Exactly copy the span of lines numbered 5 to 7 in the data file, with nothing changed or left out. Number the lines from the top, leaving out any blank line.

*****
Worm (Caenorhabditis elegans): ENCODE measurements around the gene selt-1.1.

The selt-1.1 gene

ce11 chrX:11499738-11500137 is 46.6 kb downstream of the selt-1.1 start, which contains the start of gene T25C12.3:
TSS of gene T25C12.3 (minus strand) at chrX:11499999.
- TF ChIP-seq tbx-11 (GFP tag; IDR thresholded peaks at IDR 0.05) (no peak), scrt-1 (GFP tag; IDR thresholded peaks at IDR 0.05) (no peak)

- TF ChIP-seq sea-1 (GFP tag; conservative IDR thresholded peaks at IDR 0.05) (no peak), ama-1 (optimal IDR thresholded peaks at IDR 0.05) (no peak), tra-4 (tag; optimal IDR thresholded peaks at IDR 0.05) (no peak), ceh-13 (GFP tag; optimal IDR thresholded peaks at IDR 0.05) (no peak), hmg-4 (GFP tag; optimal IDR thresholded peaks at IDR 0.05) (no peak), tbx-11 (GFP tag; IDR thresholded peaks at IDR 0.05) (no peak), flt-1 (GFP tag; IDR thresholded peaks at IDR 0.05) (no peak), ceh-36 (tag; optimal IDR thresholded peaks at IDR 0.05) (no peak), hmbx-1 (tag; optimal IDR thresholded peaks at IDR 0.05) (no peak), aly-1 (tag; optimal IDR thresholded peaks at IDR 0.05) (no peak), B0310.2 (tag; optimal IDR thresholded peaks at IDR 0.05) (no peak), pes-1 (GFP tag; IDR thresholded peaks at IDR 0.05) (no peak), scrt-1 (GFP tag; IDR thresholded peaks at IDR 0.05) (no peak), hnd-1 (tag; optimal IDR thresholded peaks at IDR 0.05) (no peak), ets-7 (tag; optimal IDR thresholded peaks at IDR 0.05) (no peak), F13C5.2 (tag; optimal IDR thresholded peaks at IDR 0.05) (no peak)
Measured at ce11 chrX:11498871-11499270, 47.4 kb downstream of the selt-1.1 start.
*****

- TF ChIP-seq tbx-11 (GFP tag; IDR thresholded peaks at IDR 0.05) (no peak), scrt-1 (GFP tag; IDR thresholded peaks at IDR 0.05) (no peak)

- TF ChIP-seq sea-1 (GFP tag; conservative IDR thresholded peaks at IDR 0.05) (no peak), ama-1 (optimal IDR thresholded peaks at IDR 0.05) (no peak), tra-4 (tag; optimal IDR thresholded peaks at IDR 0.05) (no peak), ceh-13 (GFP tag; optimal IDR thresholded peaks at IDR 0.05) (no peak), hmg-4 (GFP tag; optimal IDR thresholded peaks at IDR 0.05) (no peak), tbx-11 (GFP tag; IDR thresholded peaks at IDR 0.05) (no peak), flt-1 (GFP tag; IDR thresholded peaks at IDR 0.05) (no peak), ceh-36 (tag; optimal IDR thresholded peaks at IDR 0.05) (no peak), hmbx-1 (tag; optimal IDR thresholded peaks at IDR 0.05) (no peak), aly-1 (tag; optimal IDR thresholded peaks at IDR 0.05) (no peak), B0310.2 (tag; optimal IDR thresholded peaks at IDR 0.05) (no peak), pes-1 (GFP tag; IDR thresholded peaks at IDR 0.05) (no peak), scrt-1 (GFP tag; IDR thresholded peaks at IDR 0.05) (no peak), hnd-1 (tag; optimal IDR thresholded peaks at IDR 0.05) (no peak), ets-7 (tag; optimal IDR thresholded peaks at IDR 0.05) (no peak), F13C5.2 (tag; optimal IDR thresholded peaks at IDR 0.05) (no peak)
Measured at ce11 chrX:11498871-11499270, 47.4 kb downstream of the selt-1.1 start.